Responsible pet owners have a stake in ensuring our state is unfriendly to puppy mills and cockfighting. Puppy mills are massive breeding operations where the bottom line, not animal welfare, is the priority. Females are typically allowed no recovery time between litters. Neglect, illness, genetic defects and mistreatment of the animals are rampant. Animals are caged 24/7, and some live their entire lives without ever touching grass. Dogs are often debarked by ramming a steel rod down their throats to rupture their vocal cords. Nutrition is so poor animals lose their teeth at an early age from tooth decay and are often emaciated.
Cockfighting involves two roosters wearing blades on their feet and fighting to the death while human spectators place bets on the outcome. Gambling and illegal drugs are common at cockfighting events.
Because the language in SQ777 would allow puppy mill and cockfighting breeders to define themselves as “farmers,” there is little state and local governments could do to enact safeguards against such practices, even though Oklahomans have been clear they don’t want such operations in our state.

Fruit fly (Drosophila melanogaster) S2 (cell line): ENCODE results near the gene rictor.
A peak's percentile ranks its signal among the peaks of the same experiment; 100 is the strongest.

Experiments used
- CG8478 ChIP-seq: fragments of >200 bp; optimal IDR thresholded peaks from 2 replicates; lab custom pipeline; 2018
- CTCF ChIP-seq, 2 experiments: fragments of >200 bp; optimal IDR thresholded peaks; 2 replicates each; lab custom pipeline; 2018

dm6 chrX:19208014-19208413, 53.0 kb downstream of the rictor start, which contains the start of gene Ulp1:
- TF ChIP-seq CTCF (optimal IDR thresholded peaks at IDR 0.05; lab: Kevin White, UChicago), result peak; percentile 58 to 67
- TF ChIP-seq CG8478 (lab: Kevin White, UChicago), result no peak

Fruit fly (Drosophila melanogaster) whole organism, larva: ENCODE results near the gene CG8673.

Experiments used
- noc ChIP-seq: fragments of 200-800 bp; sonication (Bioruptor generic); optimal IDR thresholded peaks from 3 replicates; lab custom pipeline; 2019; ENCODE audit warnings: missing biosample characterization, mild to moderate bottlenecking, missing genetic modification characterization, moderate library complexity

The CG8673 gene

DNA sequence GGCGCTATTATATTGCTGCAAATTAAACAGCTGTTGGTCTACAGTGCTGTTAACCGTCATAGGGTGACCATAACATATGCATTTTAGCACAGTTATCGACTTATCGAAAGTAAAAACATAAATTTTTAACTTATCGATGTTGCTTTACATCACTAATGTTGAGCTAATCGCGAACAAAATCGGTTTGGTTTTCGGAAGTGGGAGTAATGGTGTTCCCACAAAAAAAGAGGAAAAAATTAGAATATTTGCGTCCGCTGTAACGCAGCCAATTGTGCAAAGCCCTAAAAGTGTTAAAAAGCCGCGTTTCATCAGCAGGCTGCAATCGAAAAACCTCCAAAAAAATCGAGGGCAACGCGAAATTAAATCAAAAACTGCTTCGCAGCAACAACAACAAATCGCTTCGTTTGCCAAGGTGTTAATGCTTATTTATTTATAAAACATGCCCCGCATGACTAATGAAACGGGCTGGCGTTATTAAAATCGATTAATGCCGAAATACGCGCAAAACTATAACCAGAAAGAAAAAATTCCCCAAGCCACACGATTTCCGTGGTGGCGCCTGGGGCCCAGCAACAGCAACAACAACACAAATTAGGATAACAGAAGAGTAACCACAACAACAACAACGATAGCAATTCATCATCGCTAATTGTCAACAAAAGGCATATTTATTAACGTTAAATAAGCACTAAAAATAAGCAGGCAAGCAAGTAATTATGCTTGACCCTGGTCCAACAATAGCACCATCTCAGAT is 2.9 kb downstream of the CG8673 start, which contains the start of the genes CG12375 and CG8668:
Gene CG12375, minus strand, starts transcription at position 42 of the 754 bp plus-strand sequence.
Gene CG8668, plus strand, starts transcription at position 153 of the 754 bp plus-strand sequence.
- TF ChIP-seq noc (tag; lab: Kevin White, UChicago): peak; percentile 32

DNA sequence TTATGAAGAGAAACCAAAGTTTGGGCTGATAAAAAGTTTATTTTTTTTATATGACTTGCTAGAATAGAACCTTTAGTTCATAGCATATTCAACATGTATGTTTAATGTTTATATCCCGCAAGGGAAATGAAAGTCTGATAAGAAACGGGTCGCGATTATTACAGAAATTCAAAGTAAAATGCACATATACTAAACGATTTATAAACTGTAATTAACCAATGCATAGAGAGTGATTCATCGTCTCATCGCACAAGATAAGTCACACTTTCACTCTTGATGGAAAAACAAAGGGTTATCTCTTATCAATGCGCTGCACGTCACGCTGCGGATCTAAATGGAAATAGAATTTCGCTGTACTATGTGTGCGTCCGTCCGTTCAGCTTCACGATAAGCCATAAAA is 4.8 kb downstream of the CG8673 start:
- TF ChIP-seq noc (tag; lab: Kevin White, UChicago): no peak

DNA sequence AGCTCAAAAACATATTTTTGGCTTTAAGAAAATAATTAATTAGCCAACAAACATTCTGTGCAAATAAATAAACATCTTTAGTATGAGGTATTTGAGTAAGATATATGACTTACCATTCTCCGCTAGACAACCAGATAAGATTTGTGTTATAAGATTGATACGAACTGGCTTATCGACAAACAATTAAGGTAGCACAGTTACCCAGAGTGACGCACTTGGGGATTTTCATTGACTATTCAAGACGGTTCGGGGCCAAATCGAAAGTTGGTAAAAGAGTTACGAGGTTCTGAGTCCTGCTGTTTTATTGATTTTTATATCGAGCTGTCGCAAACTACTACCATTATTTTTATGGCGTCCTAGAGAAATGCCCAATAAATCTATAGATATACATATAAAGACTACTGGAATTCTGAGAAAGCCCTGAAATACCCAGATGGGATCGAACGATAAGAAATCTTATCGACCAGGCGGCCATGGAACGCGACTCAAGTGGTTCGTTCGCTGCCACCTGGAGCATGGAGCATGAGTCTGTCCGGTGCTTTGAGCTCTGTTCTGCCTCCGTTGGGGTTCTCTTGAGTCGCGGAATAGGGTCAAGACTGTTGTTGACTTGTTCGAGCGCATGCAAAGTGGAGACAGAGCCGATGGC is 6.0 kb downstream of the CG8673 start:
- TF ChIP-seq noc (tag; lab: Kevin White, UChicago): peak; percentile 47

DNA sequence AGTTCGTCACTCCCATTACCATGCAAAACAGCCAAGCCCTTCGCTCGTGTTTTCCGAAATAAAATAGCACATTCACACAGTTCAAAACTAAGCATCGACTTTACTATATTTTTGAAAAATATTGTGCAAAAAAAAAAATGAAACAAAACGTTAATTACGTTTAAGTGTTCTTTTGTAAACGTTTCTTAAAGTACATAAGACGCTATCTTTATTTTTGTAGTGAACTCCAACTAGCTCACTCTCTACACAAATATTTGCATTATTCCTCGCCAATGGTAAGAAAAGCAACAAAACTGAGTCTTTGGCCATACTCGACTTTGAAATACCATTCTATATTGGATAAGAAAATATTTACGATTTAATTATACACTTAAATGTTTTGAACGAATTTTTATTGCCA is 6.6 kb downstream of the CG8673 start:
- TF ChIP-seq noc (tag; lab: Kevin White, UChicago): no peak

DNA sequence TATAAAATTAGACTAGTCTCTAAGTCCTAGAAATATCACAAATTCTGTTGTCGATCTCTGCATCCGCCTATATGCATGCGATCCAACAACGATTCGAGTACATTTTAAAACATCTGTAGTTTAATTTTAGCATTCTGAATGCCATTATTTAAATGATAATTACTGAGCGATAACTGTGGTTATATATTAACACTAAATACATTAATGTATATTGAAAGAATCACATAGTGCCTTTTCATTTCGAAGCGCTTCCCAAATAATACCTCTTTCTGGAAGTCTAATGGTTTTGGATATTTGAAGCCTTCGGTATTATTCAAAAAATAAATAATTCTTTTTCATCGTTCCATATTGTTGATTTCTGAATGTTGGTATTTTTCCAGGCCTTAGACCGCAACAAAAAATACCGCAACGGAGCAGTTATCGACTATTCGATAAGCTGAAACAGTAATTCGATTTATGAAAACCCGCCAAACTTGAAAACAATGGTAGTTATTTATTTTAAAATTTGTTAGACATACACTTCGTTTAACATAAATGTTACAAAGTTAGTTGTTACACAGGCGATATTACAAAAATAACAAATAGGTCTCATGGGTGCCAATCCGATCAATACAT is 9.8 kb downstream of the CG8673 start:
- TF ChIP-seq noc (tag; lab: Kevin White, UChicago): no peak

But we aren’t just talking about puppy mills and cockfighting. For example, if SQ777 passes, your next-door neighbors could choose to breed exotic snakes on a large scale. The same could be said for insects or exotic animals of all species. Cities like Tulsa could pass no new laws to regulate activity concerning animals, so complaining to your city council wouldn’t do any good. The State of Oklahoma couldn’t intervene either because SQ777 requires proof of a “compelling state interest” before anything could be done to stop activity involving animals, no matter how dangerous or damaging. Want to make a full-fledged snake pit of your backyard swimming pool? SQ777 is just the ticket. Don’t want to live next door to said snake pit? Then you’d better vote no.
Foreign Ownership, No Local Control